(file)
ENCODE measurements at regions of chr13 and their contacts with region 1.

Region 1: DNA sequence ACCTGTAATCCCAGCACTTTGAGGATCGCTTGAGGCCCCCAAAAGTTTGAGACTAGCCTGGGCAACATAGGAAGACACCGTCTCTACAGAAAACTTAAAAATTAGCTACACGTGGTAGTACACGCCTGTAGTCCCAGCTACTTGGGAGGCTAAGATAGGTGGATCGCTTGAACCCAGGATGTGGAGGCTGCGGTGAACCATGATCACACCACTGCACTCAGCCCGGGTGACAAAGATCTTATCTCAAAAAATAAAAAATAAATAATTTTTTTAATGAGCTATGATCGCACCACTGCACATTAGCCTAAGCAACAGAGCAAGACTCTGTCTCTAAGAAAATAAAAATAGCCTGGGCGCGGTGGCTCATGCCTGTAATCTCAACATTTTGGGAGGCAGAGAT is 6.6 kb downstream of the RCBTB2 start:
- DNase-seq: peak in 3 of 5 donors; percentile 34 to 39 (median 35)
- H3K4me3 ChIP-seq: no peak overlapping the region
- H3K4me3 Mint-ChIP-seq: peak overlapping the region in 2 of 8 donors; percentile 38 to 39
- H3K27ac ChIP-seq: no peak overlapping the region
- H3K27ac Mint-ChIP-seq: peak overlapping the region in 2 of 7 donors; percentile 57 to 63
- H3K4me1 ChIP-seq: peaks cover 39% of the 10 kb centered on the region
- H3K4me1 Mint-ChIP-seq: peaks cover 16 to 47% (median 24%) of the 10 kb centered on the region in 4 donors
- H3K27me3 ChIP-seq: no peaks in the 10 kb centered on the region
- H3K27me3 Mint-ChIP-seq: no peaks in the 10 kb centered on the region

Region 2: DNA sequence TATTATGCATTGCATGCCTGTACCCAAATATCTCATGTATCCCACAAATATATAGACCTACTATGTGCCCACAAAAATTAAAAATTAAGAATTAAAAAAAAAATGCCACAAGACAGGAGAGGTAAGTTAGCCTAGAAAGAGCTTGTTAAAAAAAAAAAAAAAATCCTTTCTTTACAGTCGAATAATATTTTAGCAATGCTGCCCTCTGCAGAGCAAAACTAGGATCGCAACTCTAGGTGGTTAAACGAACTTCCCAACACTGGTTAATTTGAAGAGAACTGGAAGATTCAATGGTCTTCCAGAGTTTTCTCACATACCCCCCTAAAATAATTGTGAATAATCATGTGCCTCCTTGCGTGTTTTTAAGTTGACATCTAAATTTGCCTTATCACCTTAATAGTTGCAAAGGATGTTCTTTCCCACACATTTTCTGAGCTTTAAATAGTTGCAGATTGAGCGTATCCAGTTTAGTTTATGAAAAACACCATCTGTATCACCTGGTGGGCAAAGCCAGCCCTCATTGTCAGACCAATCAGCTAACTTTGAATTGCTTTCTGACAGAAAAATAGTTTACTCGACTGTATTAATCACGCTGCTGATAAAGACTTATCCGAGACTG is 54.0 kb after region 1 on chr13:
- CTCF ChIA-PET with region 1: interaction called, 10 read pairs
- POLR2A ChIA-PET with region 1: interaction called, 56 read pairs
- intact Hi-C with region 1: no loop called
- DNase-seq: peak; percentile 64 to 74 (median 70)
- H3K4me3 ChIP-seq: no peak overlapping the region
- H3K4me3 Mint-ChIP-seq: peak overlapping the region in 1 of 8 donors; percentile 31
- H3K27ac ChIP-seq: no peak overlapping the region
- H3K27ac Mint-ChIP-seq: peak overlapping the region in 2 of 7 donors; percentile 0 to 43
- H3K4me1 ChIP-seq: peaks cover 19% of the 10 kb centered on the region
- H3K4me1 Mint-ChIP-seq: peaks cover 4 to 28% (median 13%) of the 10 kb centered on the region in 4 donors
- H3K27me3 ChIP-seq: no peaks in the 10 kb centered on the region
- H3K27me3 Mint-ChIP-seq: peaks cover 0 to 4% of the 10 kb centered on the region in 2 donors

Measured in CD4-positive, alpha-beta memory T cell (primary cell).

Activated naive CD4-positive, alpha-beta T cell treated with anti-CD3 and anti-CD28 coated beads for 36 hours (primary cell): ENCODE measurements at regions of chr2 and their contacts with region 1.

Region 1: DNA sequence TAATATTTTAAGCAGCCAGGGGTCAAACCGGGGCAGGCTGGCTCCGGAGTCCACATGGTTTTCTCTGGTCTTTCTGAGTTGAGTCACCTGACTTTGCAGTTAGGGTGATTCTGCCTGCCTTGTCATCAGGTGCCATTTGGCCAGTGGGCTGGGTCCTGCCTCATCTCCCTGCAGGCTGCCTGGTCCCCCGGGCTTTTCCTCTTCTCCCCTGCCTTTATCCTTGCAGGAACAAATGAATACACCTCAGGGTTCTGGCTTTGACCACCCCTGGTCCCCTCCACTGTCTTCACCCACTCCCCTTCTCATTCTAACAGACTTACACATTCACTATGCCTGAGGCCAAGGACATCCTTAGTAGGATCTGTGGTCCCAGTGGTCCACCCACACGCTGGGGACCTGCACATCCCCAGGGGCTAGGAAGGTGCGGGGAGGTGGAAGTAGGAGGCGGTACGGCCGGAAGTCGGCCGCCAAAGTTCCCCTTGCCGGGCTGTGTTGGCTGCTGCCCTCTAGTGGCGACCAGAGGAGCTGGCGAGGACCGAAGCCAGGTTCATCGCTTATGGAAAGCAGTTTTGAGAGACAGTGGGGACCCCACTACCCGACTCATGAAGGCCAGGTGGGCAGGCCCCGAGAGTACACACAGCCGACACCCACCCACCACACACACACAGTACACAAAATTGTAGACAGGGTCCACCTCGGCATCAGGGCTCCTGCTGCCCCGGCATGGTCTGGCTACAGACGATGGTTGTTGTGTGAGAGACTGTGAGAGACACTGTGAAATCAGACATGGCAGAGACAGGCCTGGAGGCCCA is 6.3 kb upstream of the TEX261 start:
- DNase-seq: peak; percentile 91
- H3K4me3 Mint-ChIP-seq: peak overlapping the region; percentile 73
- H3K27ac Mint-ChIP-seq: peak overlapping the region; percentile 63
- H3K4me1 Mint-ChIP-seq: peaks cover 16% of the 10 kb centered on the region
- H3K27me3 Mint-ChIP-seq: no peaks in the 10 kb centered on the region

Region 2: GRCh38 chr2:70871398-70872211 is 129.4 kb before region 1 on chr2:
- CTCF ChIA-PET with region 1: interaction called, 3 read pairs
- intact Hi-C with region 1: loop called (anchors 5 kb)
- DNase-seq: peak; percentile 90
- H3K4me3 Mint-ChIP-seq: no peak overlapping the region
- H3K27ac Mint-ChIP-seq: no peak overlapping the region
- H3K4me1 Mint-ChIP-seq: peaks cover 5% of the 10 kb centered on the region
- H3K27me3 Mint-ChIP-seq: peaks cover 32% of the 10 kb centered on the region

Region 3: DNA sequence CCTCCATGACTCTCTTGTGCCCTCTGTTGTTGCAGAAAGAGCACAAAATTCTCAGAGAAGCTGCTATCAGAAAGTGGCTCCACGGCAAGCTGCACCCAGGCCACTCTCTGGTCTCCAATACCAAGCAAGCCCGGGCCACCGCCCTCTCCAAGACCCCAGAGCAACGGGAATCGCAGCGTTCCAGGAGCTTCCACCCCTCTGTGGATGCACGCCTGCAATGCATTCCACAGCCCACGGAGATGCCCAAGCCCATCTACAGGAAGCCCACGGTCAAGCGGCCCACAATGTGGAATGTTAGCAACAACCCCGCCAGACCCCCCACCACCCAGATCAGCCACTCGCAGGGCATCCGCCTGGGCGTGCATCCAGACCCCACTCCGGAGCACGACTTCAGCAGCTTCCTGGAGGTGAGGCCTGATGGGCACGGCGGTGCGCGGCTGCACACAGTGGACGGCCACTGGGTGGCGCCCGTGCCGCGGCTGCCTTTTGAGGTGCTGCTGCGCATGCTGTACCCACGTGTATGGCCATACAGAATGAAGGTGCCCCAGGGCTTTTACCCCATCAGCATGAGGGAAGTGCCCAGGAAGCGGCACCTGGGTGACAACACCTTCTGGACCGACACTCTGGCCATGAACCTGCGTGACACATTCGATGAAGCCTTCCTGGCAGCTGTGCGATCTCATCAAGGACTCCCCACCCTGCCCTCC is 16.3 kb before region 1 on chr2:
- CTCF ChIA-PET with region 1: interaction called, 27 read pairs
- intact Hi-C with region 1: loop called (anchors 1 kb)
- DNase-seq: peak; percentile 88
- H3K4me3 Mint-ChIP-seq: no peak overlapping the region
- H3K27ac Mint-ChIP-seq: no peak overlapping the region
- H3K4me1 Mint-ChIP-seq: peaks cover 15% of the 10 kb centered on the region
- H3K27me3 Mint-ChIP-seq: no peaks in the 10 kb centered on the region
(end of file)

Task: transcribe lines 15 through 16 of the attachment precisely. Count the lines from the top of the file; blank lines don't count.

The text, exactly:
- intact Hi-C with region 1: no loop called
- DNase-seq: peak; percentile 64 to 74 (median 70)